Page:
10 January 2013

Nigeria: N60 Billion Mobile Palaver for Farmers


This is not the best of times for the Minister of Agriculture Dr Akinwumi Adesina, a man - I must state my bias upfront - that I admire. A few days to the end of last year, Ibukun Idusote, Permanent Secretary, Federal Ministry of Agriculture, was reported as saying that the Federal Ministry of Agriculture would procure ten million mobile phones, worth about N60 billion, from China and the US for free distribution to rural farmers across the country.

Idusote was also quoted as saying that the plan was part of the Ministry of Agriculture's "e-Wallet project under which the ministry officials would be able to educate, inform and communicate with the farmers in the rural areas across the country on the latest and best agricultural practices, as well as the current prices of commodities in the market". Understandably a flurry of negative reactions followed the announcement, which perhaps forced Dr Adesina to issue a press statement through his Special Assistant on Media and Strategy, Olukayode Oyeleye, saying that Mr Idusote had been misquoted. The Minister said there was no way he could have approved such a project, because "the government's focus has been to create jobs in Nigeria, not to export them."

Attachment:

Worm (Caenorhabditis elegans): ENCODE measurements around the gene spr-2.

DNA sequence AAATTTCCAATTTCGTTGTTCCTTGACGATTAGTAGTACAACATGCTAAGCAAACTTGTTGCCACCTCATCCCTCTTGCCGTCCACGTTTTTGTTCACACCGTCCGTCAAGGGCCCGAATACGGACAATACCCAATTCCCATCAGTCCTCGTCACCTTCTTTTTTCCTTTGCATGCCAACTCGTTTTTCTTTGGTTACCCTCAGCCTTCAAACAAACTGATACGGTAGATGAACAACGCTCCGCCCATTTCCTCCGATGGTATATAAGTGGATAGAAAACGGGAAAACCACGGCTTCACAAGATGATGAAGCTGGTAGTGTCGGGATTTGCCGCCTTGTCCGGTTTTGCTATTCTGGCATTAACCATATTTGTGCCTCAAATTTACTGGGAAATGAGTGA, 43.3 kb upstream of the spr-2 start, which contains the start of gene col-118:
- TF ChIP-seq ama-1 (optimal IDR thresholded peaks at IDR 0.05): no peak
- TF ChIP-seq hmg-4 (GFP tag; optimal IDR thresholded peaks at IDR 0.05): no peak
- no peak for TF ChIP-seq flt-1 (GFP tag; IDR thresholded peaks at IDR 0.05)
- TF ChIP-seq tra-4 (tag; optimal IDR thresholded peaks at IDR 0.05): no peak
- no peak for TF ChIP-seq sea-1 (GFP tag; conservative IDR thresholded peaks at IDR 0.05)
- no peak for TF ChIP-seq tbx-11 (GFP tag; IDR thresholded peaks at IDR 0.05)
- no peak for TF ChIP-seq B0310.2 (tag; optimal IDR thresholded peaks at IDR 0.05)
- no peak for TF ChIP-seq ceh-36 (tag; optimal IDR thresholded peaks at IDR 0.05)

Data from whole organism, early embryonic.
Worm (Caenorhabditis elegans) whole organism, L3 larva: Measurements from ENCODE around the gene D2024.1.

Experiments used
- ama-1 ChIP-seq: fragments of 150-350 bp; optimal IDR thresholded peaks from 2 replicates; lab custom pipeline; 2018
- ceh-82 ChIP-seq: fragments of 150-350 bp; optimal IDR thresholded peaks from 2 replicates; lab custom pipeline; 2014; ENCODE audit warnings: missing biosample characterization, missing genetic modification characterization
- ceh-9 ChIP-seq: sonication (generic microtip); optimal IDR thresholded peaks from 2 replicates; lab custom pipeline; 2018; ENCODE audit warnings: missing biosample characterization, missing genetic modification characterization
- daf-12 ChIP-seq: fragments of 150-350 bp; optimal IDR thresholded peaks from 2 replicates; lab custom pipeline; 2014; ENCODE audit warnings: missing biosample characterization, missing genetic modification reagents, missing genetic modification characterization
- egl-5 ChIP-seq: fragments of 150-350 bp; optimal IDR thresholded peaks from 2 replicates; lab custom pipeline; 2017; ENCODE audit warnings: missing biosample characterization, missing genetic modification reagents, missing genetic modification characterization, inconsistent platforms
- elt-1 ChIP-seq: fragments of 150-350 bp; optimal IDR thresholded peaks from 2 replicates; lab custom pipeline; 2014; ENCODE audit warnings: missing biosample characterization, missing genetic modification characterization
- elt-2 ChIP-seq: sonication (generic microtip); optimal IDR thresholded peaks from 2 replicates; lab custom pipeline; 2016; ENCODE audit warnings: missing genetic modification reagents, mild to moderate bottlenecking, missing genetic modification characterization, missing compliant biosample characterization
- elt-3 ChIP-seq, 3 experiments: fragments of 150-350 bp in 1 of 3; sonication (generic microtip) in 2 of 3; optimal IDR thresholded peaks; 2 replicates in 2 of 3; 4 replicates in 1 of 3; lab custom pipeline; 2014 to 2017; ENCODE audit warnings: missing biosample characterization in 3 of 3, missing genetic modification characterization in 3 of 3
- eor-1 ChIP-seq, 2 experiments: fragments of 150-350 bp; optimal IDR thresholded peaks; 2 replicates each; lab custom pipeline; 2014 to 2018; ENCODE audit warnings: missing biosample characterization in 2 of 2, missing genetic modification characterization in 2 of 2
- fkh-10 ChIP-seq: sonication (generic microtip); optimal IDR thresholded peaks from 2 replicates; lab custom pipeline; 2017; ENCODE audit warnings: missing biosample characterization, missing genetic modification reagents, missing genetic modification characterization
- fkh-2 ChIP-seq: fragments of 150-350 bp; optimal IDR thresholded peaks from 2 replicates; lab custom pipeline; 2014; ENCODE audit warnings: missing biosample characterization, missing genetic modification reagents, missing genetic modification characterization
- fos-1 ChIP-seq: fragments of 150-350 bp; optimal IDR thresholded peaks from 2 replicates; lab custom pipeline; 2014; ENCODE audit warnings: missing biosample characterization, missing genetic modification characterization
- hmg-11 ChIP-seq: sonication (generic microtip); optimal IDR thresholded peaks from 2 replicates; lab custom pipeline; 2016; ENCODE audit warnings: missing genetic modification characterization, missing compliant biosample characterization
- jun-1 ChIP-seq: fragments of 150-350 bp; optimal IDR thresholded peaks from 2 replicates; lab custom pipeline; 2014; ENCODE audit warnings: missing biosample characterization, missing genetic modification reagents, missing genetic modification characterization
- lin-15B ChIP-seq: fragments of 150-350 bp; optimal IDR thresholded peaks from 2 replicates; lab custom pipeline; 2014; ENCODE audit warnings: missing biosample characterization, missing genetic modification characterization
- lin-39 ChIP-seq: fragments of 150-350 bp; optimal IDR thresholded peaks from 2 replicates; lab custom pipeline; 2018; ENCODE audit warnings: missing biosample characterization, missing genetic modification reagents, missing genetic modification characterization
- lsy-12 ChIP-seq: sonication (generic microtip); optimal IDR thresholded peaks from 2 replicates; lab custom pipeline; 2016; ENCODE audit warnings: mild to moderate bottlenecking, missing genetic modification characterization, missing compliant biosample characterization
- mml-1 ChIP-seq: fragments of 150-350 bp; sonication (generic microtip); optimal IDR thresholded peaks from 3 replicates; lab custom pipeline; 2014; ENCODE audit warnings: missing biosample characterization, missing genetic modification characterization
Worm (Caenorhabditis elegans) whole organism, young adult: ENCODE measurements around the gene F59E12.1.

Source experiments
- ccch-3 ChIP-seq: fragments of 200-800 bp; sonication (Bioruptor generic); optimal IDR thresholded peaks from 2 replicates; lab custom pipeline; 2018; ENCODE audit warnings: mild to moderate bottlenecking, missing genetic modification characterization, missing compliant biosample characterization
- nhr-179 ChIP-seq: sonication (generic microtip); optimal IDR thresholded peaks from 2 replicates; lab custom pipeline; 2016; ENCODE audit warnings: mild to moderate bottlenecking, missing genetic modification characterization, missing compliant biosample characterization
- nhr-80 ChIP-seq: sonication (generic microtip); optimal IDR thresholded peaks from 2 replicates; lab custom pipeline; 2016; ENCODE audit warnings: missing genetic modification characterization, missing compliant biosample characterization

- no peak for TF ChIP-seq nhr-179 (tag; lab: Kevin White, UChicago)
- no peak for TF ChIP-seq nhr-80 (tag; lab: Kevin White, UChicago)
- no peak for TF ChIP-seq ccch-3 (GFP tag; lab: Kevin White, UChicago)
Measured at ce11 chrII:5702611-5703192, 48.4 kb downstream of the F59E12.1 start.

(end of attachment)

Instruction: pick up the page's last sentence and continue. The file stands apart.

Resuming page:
I do not see anything wrong in using subsidies and freebies to incentivize workers, including farmers. That is often the practice in many Western countries that hypocritically frown at any government effort in Africa to make things a little easier for its populace through subsidies. In Europe for instance, the Common Agriculture Policy (CAP) - a system of European Union agricultural subsidies and programmes used a whopping 46.7% of the entire EU's budget in 2006 to subsidize agriculture in 2006. CAP's aim is to provide European farmers with a reasonable standard of living and to provide rural heritage. Under CAP, there is both a direct subsidy payment for crops and land which may be cultivated with price support mechanism including guaranteed minimum prices, import tariffs and quotas from certain goods outside the EU. The US has a similar subsidy regime for its farmers.